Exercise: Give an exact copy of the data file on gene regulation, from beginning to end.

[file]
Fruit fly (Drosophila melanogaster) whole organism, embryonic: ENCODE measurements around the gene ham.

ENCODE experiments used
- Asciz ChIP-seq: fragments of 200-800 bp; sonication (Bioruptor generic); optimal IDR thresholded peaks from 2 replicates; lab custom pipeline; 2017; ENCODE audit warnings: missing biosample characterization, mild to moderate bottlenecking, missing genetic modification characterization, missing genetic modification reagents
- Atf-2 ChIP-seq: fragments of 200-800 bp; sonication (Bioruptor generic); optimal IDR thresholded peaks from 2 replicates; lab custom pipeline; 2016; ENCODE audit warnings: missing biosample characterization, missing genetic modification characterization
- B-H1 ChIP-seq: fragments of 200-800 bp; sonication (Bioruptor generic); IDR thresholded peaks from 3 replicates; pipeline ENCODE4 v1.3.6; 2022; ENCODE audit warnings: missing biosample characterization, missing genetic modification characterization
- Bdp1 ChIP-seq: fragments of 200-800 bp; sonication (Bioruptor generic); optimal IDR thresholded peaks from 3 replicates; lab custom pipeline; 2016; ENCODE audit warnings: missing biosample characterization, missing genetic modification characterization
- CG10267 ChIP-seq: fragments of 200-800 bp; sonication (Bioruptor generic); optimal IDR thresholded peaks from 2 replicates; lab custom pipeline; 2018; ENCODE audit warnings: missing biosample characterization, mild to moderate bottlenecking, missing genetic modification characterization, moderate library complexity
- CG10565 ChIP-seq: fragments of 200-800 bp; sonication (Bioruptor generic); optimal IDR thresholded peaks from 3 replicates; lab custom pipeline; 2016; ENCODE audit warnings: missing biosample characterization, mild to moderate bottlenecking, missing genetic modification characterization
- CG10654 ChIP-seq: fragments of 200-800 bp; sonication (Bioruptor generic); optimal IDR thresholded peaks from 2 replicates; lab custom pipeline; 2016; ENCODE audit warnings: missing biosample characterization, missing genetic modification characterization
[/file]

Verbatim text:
Fruit fly (Drosophila melanogaster) whole organism, embryonic: ENCODE measurements around the gene ham.

ENCODE experiments used
- Asciz ChIP-seq: fragments of 200-800 bp; sonication (Bioruptor generic); optimal IDR thresholded peaks from 2 replicates; lab custom pipeline; 2017; ENCODE audit warnings: missing biosample characterization, mild to moderate bottlenecking, missing genetic modification characterization, missing genetic modification reagents
- Atf-2 ChIP-seq: fragments of 200-800 bp; sonication (Bioruptor generic); optimal IDR thresholded peaks from 2 replicates; lab custom pipeline; 2016; ENCODE audit warnings: missing biosample characterization, missing genetic modification characterization
- B-H1 ChIP-seq: fragments of 200-800 bp; sonication (Bioruptor generic); IDR thresholded peaks from 3 replicates; pipeline ENCODE4 v1.3.6; 2022; ENCODE audit warnings: missing biosample characterization, missing genetic modification characterization
- Bdp1 ChIP-seq: fragments of 200-800 bp; sonication (Bioruptor generic); optimal IDR thresholded peaks from 3 replicates; lab custom pipeline; 2016; ENCODE audit warnings: missing biosample characterization, missing genetic modification characterization
- CG10267 ChIP-seq: fragments of 200-800 bp; sonication (Bioruptor generic); optimal IDR thresholded peaks from 2 replicates; lab custom pipeline; 2018; ENCODE audit warnings: missing biosample characterization, mild to moderate bottlenecking, missing genetic modification characterization, moderate library complexity
- CG10565 ChIP-seq: fragments of 200-800 bp; sonication (Bioruptor generic); optimal IDR thresholded peaks from 3 replicates; lab custom pipeline; 2016; ENCODE audit warnings: missing biosample characterization, mild to moderate bottlenecking, missing genetic modification characterization
- CG10654 ChIP-seq: fragments of 200-800 bp; sonication (Bioruptor generic); optimal IDR thresholded peaks from 2 replicates; lab custom pipeline; 2016; ENCODE audit warnings: missing biosample characterization, missing genetic modification characterization